Saturday, November 25, 2006
The church occasionally sings a song titled Precious Memories. Lazy days and idle moments often lead to gentle thoughts of our personal precious memories. This last week I was in Tulsa over the Thanksgiving holiday. While there, I decided to call an old friend whom I had not seen in about sixteen years. She and I worked together at a law firm. Our jobs required that we spend long hours in each others company and we developed a good relationship. When I heard her voice, it was as though all of those years had rolled back to the times when we had so much fun working together. I consider those days to be "precious memories."
People outside of the mood disorder "club" might think that we seldom have any good times. Some might believe that our lives are so filled with the problems of our illness, that any memory we hold would be a bad one. I am happy to report that that is not the case.
Some time ago, I was looking through our family photos, and I said to my wife, "We've had a lot of fun over the years, haven't we Honey?" She agreed. When I was depressed, life looked pretty dark. It seemed as though I would never see a good day again. Since I was fifteen, I can't remember any year that I didn't experience a period of major depression. Sometimes it lasted weeks, sometimes months and occasionally an entire year.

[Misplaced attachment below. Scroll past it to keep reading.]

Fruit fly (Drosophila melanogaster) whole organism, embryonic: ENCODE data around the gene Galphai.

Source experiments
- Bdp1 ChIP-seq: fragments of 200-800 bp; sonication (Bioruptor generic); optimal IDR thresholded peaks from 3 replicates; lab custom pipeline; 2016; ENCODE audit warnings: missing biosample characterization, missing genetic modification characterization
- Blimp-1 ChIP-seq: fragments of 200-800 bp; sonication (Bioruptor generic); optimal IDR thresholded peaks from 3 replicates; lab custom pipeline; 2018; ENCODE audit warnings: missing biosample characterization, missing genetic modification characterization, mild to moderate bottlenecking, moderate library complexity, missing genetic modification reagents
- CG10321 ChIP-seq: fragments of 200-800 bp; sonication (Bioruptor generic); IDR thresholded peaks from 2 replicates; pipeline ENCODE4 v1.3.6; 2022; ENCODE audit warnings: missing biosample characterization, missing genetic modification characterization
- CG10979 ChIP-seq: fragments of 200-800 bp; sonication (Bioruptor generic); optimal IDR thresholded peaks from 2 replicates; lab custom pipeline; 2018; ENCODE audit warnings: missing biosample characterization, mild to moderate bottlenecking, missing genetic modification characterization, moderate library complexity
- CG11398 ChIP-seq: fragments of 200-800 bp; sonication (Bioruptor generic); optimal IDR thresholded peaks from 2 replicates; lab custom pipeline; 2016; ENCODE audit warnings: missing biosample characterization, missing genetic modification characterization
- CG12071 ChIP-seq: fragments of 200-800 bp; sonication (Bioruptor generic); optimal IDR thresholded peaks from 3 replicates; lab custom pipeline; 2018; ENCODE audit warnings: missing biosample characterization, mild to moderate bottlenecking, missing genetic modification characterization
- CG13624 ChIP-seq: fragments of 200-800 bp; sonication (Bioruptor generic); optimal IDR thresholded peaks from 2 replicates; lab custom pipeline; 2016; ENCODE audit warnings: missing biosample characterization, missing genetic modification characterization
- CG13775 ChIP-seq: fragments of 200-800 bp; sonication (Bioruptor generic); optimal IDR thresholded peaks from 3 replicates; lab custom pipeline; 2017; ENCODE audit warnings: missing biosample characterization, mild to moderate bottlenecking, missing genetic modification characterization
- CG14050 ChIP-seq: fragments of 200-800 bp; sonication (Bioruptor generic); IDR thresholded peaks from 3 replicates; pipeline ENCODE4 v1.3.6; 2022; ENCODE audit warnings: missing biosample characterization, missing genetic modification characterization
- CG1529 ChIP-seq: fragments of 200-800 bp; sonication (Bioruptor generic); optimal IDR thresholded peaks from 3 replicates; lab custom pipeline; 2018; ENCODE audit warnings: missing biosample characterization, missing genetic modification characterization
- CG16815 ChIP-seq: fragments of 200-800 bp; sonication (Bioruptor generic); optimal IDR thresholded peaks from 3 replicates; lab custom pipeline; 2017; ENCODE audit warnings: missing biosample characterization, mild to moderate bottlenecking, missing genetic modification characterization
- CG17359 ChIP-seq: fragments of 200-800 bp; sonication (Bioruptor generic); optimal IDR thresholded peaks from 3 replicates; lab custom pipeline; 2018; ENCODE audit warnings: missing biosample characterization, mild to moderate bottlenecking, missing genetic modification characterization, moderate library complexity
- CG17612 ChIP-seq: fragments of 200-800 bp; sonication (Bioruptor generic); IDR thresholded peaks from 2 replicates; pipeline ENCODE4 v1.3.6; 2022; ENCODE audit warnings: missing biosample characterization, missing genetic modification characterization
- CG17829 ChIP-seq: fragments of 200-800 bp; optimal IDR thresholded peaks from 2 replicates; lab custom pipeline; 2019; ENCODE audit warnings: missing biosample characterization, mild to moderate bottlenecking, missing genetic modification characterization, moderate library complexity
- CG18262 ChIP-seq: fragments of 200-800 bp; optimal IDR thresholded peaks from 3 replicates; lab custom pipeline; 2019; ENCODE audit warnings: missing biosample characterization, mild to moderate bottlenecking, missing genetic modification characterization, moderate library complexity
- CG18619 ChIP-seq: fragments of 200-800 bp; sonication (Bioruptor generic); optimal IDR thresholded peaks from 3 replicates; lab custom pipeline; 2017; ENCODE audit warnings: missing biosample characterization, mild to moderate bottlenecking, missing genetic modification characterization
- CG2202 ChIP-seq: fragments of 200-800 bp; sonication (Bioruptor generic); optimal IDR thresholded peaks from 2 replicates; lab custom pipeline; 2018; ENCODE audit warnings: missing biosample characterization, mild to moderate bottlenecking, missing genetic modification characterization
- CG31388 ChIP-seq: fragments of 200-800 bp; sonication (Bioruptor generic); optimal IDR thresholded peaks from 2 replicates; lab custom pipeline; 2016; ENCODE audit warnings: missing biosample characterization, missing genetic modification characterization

Teresa and I have been married almost 32 years. I was depressed every year, which was hard on her, but we still managed to have a lot of fun. We raised two wonderful sons and a sweet foster daughter. We traveled extensively through OK, TX, CA, NM, AZ, CO, AR, MO, NV, UT, WY, LA, MS, TN, GA, NC, KY, MT, ID and WA. We made our home in 8 of those states.
We visited 11 national parks, many national monuments and recreation areas. We went hiking, climbing, caving, skiing, trail-riding, touring, swimming, metal-detecting, gold-panning, biking and other things too numerous to mention. We met literally thousands of the most wonderful people in the world. Most importantly, we stayed in love and remained married.
Yes, in spite of my periods of depression, I would say that we have many precious memories. That's the point that I want to make to those of you who struggle with mood disorders. If you take the time to think about it, you will discover that you also can remember some wonderful times (days?) in your lives.
The things you do today create the memories of tomorrow. Make an effort to bless someones life.
[I'm so low I could do a ten minute free-fall off the edge of a dime."]